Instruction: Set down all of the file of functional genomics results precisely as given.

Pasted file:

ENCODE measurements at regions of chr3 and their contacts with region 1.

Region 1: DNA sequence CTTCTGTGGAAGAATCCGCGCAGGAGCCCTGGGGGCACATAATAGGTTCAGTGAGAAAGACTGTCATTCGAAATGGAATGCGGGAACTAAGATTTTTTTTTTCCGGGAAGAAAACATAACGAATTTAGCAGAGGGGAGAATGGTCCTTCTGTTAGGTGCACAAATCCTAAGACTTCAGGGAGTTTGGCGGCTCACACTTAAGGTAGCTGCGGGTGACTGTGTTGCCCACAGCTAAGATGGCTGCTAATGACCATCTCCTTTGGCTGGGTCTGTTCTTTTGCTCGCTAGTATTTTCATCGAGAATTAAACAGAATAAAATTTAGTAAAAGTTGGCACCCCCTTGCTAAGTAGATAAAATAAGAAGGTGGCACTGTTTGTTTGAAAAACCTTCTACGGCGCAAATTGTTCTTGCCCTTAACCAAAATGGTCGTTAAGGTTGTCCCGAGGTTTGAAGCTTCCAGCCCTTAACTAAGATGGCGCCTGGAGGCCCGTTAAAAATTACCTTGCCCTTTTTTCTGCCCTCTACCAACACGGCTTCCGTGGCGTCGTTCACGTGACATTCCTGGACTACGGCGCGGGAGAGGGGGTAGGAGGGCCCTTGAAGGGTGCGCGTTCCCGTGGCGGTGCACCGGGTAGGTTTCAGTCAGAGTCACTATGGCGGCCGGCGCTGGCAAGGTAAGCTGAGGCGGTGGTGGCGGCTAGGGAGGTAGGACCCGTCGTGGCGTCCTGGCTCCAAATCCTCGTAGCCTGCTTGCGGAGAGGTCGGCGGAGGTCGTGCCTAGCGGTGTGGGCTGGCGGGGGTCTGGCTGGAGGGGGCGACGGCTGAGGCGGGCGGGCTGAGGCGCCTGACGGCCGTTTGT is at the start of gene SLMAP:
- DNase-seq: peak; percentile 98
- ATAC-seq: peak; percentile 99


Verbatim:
ENCODE measurements at regions of chr3 and their contacts with region 1.

Region 1: DNA sequence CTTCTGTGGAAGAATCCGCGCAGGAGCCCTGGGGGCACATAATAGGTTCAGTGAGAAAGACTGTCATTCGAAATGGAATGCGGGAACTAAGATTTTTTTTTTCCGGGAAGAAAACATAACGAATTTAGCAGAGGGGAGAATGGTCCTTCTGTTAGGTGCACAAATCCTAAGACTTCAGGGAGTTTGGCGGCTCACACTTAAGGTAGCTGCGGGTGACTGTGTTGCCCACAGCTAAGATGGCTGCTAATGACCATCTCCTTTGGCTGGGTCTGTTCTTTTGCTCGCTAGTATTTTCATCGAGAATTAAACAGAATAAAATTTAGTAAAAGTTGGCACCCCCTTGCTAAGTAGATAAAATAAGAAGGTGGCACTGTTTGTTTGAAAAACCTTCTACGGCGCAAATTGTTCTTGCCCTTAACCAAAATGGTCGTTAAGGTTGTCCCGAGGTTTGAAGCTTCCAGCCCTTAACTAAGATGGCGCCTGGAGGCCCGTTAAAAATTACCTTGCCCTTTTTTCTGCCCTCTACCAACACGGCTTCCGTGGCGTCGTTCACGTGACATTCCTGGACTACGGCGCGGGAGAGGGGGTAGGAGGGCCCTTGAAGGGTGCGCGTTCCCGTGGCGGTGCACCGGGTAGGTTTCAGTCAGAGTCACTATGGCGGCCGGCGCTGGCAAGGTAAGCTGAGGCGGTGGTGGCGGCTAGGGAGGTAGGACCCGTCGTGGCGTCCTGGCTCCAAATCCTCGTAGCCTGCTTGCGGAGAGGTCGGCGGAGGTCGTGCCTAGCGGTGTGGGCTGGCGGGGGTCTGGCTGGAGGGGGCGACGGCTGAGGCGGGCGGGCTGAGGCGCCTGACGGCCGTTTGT is at the start of gene SLMAP:
- DNase-seq: peak; percentile 98
- ATAC-seq: peak; percentile 99